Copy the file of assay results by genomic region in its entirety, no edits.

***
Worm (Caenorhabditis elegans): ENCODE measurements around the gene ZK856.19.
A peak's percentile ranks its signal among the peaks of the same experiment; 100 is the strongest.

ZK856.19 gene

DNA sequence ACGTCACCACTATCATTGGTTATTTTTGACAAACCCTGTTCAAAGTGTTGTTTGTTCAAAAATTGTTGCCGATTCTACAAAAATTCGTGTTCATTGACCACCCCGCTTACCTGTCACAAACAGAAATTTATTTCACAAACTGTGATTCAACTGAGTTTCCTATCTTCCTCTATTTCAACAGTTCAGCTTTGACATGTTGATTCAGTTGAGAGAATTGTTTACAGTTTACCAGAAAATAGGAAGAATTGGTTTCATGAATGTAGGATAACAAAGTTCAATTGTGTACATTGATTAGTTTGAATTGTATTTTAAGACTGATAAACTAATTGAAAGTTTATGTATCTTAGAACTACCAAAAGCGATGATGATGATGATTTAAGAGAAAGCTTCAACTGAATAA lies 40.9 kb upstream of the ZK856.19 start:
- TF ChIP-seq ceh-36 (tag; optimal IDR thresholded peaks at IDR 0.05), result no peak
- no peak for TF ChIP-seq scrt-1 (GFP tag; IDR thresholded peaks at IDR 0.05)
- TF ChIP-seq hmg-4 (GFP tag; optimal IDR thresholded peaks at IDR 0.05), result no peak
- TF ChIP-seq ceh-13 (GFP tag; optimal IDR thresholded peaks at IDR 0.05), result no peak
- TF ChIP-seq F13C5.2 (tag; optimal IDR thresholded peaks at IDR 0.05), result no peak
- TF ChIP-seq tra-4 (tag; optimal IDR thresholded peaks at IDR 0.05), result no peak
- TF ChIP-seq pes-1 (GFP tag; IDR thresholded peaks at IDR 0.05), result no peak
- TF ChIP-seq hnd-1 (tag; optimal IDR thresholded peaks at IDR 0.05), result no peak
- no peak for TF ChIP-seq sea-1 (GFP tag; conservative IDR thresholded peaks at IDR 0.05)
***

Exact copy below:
Worm (Caenorhabditis elegans): ENCODE measurements around the gene ZK856.19.
A peak's percentile ranks its signal among the peaks of the same experiment; 100 is the strongest.

ZK856.19 gene

DNA sequence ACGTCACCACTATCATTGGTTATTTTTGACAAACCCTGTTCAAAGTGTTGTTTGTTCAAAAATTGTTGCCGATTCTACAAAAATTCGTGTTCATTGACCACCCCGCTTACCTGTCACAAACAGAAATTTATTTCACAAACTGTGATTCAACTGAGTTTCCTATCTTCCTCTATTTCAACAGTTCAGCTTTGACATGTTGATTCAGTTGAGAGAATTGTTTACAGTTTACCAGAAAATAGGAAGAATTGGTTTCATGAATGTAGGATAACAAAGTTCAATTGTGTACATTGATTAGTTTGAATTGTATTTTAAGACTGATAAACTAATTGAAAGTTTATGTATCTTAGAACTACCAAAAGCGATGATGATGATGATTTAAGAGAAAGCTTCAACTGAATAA lies 40.9 kb upstream of the ZK856.19 start:
- TF ChIP-seq ceh-36 (tag; optimal IDR thresholded peaks at IDR 0.05), result no peak
- no peak for TF ChIP-seq scrt-1 (GFP tag; IDR thresholded peaks at IDR 0.05)
- TF ChIP-seq hmg-4 (GFP tag; optimal IDR thresholded peaks at IDR 0.05), result no peak
- TF ChIP-seq ceh-13 (GFP tag; optimal IDR thresholded peaks at IDR 0.05), result no peak
- TF ChIP-seq F13C5.2 (tag; optimal IDR thresholded peaks at IDR 0.05), result no peak
- TF ChIP-seq tra-4 (tag; optimal IDR thresholded peaks at IDR 0.05), result no peak
- TF ChIP-seq pes-1 (GFP tag; IDR thresholded peaks at IDR 0.05), result no peak
- TF ChIP-seq hnd-1 (tag; optimal IDR thresholded peaks at IDR 0.05), result no peak
- no peak for TF ChIP-seq sea-1 (GFP tag; conservative IDR thresholded peaks at IDR 0.05)